South Carolina passes law banning abortion after 20 weeks
South Carolina Governor Nikki Haley has signed into law a bill that bans most abortions after 20 weeks.
Similar restrictions are now in place across the US in 13 states and challenged by courts in three states.
The law's only exceptions are if the mother's life is in danger or a doctor says the foetus could not survive outside the womb. There are no exceptions for rape or incest.
Doctors who break the law could be jailed for performing abortions.
Abortion is legal in the US but states are permitted to restrict the procedure.
The Supreme Court has not yet ruled on bans that limit abortions.
The director of maternal-foetal medicine at the Medical University of South Carolina urged Ms Haley to veto the bill, according to the Charleston Post and Courier newspaper.
He said he was "disappointed" in the outcome.
Only three outpatient clinics are licensed to perform abortions in the southern US state.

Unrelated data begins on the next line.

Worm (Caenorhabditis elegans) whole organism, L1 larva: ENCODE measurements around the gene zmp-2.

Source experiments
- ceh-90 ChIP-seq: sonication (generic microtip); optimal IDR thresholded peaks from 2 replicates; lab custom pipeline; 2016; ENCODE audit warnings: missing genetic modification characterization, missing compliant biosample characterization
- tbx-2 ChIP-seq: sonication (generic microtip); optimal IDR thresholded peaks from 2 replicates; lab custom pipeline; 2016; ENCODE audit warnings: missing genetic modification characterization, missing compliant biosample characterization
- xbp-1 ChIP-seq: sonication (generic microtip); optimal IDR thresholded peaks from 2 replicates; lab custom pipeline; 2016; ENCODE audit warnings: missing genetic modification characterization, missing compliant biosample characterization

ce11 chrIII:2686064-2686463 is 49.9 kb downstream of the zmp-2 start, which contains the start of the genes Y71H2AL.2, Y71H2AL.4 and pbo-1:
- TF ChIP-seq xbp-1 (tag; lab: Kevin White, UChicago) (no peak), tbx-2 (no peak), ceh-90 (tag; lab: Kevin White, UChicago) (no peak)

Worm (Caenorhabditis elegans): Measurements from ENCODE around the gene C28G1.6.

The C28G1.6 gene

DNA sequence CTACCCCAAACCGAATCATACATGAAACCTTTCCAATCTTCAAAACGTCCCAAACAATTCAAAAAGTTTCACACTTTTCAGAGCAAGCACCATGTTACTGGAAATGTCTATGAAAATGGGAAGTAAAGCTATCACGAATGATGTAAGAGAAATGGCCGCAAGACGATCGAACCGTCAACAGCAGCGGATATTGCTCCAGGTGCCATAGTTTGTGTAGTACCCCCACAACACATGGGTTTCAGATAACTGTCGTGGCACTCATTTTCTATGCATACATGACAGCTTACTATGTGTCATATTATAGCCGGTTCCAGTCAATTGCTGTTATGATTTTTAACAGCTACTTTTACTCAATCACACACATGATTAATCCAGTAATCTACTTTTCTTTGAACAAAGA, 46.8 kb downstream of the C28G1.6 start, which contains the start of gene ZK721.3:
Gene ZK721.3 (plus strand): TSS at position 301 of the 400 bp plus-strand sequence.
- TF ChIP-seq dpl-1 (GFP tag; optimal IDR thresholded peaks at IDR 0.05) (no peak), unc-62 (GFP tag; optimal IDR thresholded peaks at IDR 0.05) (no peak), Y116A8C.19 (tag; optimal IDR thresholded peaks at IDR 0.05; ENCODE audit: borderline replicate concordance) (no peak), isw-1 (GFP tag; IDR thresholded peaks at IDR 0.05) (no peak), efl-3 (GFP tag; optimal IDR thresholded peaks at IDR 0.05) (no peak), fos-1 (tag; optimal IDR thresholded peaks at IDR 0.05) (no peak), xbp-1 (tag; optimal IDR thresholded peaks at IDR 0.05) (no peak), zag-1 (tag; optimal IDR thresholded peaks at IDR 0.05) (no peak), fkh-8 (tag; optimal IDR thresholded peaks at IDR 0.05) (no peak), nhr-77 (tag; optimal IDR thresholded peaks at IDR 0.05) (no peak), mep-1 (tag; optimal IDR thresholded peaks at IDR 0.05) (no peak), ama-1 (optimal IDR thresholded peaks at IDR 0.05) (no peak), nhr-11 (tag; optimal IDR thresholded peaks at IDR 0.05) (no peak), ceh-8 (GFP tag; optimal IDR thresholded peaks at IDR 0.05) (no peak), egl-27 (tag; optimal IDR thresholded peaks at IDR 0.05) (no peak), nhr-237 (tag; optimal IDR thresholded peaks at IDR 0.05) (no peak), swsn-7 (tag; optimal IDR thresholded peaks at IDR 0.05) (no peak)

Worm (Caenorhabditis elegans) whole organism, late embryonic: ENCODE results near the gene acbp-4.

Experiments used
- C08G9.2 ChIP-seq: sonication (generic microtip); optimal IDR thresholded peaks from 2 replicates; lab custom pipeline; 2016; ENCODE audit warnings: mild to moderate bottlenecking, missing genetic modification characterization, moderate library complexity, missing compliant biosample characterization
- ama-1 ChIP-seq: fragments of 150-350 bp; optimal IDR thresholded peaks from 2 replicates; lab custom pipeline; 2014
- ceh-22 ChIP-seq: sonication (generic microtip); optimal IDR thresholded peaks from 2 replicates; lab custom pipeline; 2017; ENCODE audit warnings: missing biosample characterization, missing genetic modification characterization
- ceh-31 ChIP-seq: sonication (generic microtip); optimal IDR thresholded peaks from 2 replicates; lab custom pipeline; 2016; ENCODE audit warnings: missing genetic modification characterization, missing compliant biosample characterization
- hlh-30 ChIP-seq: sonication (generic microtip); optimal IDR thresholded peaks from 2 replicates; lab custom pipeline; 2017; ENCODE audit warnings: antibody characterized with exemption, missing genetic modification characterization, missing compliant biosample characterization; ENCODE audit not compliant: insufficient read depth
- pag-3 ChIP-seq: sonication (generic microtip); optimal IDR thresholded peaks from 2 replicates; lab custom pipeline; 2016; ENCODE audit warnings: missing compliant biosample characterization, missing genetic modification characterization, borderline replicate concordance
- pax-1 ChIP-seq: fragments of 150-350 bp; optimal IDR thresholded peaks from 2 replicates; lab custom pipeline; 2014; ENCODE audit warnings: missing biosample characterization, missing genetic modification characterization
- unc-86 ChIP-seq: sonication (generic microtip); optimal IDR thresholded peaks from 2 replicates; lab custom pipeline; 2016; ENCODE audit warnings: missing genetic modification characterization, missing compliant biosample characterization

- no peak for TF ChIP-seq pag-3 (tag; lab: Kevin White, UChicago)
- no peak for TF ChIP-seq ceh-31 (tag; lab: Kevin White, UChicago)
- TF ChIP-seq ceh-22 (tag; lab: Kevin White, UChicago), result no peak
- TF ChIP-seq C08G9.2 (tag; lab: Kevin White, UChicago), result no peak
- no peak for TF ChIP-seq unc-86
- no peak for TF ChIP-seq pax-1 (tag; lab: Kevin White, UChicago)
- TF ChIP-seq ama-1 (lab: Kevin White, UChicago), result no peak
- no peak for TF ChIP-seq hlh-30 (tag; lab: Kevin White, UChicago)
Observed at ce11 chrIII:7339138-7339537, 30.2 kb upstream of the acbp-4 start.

Doctors will face up to $10,000 (£6,800) in fines for violating the law with prison time mandatory for a third conviction.
Supporters of the bill have said that a foetus can feel pain at 20 weeks, but that has been disputed by abortion rights activists.
Opponents of the South Carolina law say later-term abortions usually happen because of medical complications, not because of an unwanted pregnancy.
Last week, Oklahoma Governor Mary Fallin vetoed legislation to outlaw abortion at any stage, saying she knew it would fail a legal challenge.
"I'm strongly pro-life, very pro-life and not because my party tells me to be, but my husband was adopted, and so every day I know the blessings of having him there," Ms Haley said during her 2010 campaign for governor.